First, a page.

|Techniques for writing an interpreter email@example.com (Simon Chapman) (1998-03-06)|
|Re: Techniques for writing an interpreter firstname.lastname@example.org (1998-03-12)|
|Re: Techniques for writing an interpreter email@example.com (W. Craig Trader) (1998-03-15)|
|Re: Techniques for writing an interpreter firstname.lastname@example.org.OZ.AU (1998-03-15)|
|Re: Techniques for writing an interpreter email@example.com (1998-03-18)|
|recursive comments and Re: Techniques for writing an interpreter firstname.lastname@example.org (Stefan Monnier) (1998-03-20)|
|Re: recursive comments (Was: Techniques for writing an interpreter) email@example.com (1998-03-20)|
|From:||firstname.lastname@example.org (Mark K. Gardner)|
|Date:||20 Mar 1998 23:42:02 -0500|
|Organization:||University of Illinois at Urbana-Champaign|
|References:||98-03-032 98-03-098 98-03-141 98-03-147 98-03-159 98-03-183|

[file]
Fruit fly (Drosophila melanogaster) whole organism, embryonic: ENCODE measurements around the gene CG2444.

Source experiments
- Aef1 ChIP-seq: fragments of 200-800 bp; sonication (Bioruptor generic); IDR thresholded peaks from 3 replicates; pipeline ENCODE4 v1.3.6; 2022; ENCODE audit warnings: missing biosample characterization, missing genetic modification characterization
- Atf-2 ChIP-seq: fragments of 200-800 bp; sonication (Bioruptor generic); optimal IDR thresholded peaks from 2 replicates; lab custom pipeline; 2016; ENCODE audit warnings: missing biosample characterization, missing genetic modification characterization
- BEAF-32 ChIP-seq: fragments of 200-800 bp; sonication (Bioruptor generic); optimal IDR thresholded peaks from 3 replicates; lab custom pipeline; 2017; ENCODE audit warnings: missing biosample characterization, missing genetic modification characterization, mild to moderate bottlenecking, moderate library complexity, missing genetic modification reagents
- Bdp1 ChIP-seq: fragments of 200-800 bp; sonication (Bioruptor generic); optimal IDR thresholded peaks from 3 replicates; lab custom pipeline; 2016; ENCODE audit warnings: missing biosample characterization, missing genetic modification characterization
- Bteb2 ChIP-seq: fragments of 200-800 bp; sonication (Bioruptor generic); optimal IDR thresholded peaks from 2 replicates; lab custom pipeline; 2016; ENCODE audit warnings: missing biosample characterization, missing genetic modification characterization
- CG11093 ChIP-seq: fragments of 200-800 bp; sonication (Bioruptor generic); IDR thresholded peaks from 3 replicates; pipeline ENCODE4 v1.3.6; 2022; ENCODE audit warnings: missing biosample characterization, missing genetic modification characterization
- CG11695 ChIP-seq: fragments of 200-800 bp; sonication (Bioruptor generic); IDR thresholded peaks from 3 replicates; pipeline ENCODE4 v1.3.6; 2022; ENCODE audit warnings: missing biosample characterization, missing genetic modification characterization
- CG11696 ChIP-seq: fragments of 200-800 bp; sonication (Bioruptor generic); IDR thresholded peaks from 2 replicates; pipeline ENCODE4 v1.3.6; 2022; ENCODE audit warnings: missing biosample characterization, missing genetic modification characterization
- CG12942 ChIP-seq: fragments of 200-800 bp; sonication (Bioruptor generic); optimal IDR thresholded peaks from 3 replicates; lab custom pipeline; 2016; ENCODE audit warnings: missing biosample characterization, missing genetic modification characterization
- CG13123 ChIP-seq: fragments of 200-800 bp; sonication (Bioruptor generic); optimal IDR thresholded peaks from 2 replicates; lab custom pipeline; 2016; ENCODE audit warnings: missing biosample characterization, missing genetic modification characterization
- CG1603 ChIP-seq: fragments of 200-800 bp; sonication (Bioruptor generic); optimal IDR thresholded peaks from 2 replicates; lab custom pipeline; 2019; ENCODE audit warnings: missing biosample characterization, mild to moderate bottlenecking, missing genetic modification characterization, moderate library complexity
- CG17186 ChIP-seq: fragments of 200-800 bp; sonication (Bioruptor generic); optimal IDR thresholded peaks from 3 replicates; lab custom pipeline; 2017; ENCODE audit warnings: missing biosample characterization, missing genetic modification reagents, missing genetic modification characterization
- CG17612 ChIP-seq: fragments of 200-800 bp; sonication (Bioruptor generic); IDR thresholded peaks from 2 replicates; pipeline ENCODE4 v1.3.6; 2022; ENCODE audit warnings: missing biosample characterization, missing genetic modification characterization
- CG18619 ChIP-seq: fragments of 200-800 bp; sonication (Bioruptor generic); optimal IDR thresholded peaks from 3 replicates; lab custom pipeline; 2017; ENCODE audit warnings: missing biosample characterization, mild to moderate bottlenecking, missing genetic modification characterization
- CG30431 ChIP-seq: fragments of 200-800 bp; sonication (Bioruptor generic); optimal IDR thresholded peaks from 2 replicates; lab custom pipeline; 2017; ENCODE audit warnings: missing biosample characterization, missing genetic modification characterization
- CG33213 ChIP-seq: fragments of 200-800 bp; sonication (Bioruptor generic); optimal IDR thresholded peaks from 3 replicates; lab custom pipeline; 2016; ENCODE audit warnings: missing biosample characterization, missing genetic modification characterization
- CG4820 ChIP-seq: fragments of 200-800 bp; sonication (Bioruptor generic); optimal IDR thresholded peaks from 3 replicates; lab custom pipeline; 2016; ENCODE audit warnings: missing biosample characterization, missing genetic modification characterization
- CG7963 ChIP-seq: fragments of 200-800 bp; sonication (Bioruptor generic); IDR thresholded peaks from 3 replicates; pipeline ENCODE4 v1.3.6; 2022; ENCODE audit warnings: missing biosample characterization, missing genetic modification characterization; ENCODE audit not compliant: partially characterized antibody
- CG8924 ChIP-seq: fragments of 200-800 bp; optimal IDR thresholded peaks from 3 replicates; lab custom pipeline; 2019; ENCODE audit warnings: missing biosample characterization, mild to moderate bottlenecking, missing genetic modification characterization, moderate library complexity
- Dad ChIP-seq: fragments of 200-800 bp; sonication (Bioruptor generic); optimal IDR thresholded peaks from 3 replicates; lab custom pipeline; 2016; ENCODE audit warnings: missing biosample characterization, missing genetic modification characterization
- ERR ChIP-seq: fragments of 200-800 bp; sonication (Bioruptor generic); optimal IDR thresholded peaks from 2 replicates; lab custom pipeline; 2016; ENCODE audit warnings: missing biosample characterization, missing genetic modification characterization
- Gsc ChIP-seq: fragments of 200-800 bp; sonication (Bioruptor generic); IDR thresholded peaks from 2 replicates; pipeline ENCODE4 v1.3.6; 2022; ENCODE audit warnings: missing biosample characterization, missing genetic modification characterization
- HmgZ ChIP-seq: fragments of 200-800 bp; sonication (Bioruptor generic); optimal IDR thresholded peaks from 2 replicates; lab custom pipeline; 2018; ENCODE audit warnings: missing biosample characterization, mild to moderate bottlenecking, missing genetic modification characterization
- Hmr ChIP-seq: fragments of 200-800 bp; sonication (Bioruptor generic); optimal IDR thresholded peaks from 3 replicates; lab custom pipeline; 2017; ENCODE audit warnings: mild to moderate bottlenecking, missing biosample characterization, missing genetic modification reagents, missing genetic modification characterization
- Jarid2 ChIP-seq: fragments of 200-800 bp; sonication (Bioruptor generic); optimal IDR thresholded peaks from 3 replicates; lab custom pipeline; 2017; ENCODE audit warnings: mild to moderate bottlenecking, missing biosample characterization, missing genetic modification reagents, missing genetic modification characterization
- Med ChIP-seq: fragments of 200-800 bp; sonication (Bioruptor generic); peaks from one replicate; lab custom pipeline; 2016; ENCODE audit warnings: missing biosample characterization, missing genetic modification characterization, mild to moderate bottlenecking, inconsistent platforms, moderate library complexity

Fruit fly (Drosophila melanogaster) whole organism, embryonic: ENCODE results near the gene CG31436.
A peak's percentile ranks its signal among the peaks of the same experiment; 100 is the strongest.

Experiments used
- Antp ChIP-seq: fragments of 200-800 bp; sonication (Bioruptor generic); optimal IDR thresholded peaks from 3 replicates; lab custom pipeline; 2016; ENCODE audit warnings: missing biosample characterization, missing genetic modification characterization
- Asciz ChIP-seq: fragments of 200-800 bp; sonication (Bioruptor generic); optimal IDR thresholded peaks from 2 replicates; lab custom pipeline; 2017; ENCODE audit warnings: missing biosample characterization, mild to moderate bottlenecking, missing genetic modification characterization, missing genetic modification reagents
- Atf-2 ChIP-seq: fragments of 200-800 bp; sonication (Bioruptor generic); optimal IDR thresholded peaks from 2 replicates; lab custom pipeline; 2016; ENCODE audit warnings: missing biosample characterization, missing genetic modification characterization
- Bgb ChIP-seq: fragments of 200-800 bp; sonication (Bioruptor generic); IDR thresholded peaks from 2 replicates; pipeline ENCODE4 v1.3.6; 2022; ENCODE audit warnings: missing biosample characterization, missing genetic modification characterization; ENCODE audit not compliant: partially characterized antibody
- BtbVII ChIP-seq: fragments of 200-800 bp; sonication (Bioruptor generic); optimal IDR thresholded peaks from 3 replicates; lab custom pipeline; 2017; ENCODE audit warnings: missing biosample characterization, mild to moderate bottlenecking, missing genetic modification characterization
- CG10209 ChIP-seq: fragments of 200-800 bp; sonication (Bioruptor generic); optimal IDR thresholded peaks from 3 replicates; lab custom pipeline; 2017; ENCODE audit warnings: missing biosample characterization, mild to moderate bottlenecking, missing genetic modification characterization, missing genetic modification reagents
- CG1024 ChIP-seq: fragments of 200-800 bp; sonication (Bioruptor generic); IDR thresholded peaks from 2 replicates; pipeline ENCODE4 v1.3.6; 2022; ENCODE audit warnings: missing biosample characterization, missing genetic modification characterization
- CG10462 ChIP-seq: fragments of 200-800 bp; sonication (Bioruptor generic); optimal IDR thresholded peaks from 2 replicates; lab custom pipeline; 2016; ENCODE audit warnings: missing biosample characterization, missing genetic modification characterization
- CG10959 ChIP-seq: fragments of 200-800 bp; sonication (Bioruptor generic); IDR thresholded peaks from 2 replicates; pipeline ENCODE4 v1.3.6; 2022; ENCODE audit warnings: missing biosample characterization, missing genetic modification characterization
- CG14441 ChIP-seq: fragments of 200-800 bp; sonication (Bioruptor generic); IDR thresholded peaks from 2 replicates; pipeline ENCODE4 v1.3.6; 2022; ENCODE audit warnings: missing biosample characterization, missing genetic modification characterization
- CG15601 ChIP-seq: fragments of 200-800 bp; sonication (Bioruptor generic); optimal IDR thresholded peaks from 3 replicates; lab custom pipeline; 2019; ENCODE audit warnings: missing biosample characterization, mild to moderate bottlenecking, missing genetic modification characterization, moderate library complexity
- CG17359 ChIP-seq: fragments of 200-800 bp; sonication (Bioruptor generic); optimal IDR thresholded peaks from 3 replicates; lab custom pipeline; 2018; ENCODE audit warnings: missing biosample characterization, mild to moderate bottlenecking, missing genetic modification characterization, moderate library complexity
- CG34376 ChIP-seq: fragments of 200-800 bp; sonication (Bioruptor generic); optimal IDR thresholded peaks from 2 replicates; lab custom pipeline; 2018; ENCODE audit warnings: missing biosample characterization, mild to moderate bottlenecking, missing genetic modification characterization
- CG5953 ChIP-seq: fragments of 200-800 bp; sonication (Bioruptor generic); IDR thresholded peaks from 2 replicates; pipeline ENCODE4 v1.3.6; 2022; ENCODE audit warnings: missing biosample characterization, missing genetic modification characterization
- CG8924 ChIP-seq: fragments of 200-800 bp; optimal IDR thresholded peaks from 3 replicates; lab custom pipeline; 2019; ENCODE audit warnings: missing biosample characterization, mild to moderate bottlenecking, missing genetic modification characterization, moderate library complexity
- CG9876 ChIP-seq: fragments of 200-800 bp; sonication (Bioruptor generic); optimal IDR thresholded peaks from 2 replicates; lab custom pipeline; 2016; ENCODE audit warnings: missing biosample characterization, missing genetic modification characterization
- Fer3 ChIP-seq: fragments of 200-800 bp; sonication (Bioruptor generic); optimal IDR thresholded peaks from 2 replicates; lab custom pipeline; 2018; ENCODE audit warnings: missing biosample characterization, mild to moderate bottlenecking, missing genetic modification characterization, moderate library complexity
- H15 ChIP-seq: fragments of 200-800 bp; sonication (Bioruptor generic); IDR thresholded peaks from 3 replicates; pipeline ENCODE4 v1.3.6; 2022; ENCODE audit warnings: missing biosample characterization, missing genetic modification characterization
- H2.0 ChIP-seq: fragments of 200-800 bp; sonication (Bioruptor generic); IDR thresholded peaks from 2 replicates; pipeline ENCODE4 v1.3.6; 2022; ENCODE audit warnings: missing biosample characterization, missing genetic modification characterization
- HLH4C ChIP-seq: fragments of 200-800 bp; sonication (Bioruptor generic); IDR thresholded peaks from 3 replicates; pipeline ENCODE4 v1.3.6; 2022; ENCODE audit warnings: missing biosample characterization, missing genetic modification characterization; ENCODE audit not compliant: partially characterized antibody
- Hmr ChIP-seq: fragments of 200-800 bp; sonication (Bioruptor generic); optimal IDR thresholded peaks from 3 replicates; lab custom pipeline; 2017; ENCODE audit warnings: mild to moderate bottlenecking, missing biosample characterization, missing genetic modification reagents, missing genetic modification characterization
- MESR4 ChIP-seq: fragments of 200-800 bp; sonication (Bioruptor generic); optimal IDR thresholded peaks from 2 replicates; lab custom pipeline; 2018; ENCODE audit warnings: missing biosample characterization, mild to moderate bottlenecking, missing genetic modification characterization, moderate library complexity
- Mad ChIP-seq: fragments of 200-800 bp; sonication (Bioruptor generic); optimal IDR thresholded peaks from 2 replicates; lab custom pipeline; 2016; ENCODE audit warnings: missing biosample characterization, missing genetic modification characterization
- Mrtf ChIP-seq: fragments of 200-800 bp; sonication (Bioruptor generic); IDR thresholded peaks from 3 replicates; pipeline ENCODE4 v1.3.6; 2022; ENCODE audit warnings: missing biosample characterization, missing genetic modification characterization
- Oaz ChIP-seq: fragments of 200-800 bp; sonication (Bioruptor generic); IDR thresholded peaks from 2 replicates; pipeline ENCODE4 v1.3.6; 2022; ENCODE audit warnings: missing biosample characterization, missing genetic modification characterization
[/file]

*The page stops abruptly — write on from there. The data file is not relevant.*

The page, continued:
On 20 Mar 1998 Stefan Monnier <email@example.com> wrote:
>What languages allow recursive comments ?
The Oberon language does. The following is a quotation from
6. Comments may be inserted between any two symbols in a program. They are
arbitrary character sequences opened by the bracket (* and closed by *).
Comments may be nested. They do not affect the meaning of a program.
>What languages enforce a "lexing" of the content of comments (so that an
>end-comment inside a string inside a comment is ignored) ?
It is not clear if this implies that comments should be able to contain end
of comment delimiters in a string or not. I believe that most compiler
implementors would exclude the closing comment delimiter from the arbitrary
character sequence if for no other reason than expediency.
Mark K. Gardner (firstname.lastname@example.org)
University of Illinois at Urbana-Champaign
Real-Time Systems Laboratory
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